Arrested Canadian police official had access to foreign intelligence

Cameron Ortis served as the Director General of the RCMP's National Intelligence Coordination Centre and "had access to information the Canadian intelligence community possessed," the RCMP has said (AFP Photo/Marvin RECINOS)

Ottawa (AFP) - A senior Royal Canadian Mounted Police (RCMP) intelligence officer arrested last week for allegedly stealing sensitive documents had access to information from Canada's foreign allies, the RCMP said Monday.

Cameron Ortis, who was arrested Thursday, served as the Director General of the RCMP's National Intelligence Coordination Centre and "had access to information the Canadian intelligence community possessed," the RCMP commissioner said in a statement.

"He also had access to intelligence coming from our allies both domestically and internationally," said Commissioner Brenda Lucki.

"We are aware of the potential risk to agency operations of our partners in Canada and abroad," the statement said, adding that the investigation is ongoing.

Lucki did not specify which foreign organizations may have been exposed to the theft of secrets, which allegedly took place between 2016 and 2019.

Canada is a member of the "Five Eyes" intelligence alliance with Australia, New Zealand, Britain and the United States.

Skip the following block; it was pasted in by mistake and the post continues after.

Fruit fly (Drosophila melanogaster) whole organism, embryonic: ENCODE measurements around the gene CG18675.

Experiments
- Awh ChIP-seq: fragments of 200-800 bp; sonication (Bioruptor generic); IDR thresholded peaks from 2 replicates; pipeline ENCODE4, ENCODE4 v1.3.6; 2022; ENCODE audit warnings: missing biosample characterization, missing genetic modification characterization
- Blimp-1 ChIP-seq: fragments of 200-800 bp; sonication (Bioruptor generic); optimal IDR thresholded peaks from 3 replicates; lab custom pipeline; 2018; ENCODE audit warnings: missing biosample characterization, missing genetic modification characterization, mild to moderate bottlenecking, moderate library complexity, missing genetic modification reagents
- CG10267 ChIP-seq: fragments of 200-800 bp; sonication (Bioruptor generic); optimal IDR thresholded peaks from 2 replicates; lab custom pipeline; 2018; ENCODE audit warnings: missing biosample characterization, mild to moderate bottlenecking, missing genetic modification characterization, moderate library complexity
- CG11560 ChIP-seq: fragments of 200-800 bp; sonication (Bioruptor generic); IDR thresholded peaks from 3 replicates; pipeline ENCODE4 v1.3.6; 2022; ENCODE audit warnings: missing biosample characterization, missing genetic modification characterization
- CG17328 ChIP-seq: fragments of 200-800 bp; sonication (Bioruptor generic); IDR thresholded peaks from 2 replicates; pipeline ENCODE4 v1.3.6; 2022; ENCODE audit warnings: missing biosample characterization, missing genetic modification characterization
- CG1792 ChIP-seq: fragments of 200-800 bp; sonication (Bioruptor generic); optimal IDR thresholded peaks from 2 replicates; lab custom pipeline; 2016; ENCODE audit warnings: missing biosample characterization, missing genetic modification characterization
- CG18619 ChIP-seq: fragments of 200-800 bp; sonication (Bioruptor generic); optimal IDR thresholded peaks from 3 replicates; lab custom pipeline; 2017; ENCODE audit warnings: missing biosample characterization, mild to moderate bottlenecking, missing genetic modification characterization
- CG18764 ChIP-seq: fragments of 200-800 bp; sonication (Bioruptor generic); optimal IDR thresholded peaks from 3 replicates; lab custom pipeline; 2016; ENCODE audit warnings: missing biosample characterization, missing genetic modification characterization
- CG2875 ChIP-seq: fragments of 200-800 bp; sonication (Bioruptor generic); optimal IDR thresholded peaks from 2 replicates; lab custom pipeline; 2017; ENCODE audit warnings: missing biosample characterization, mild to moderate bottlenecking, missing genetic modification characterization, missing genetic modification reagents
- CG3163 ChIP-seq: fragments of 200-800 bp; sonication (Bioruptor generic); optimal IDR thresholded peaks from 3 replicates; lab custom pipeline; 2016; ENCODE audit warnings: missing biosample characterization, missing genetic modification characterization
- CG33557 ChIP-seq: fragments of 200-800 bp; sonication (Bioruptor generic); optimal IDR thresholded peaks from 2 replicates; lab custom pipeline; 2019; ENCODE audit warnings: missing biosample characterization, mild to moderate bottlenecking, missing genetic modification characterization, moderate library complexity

The Globe and Mail reported Saturday that Ortis's arrest was linked to a major investigation into the laundering of stolen Russian funds.

Ortis, 47, as recently as August was said to be overseeing a probe into whether some of the money was funneled through Canada.

The "extremely unsettling" accusations have "shaken" the RCMP, Lucki said in the statement.

"We assure you that mitigation strategies are being put in place," she said.

Ortis's actions allegedly took place between 2016 and 2019.

According to the Globe and Mail, the corruption investigation was looking at a $230-million fraud scheme allegedly run by senior Russian interior ministry and tax officials that was first revealed by Sergei Magnitsky, a Russian tax advisor.

Magnitsky, who eventually became a symbol of the fight against corruption, died in detention after spending 11 months in prison in 2009.

Ortis's involvement in the case came after William Browder, a British financier and former investor in Russia whom Magnitsky worked for, filed a complaint with the RCMP in 2016.

Ortis, who has worked for the RCMP since 2007, faces up to 30 years in prison if convicted of the five charges brought against him under Canada's criminal code and its Security of Information Act.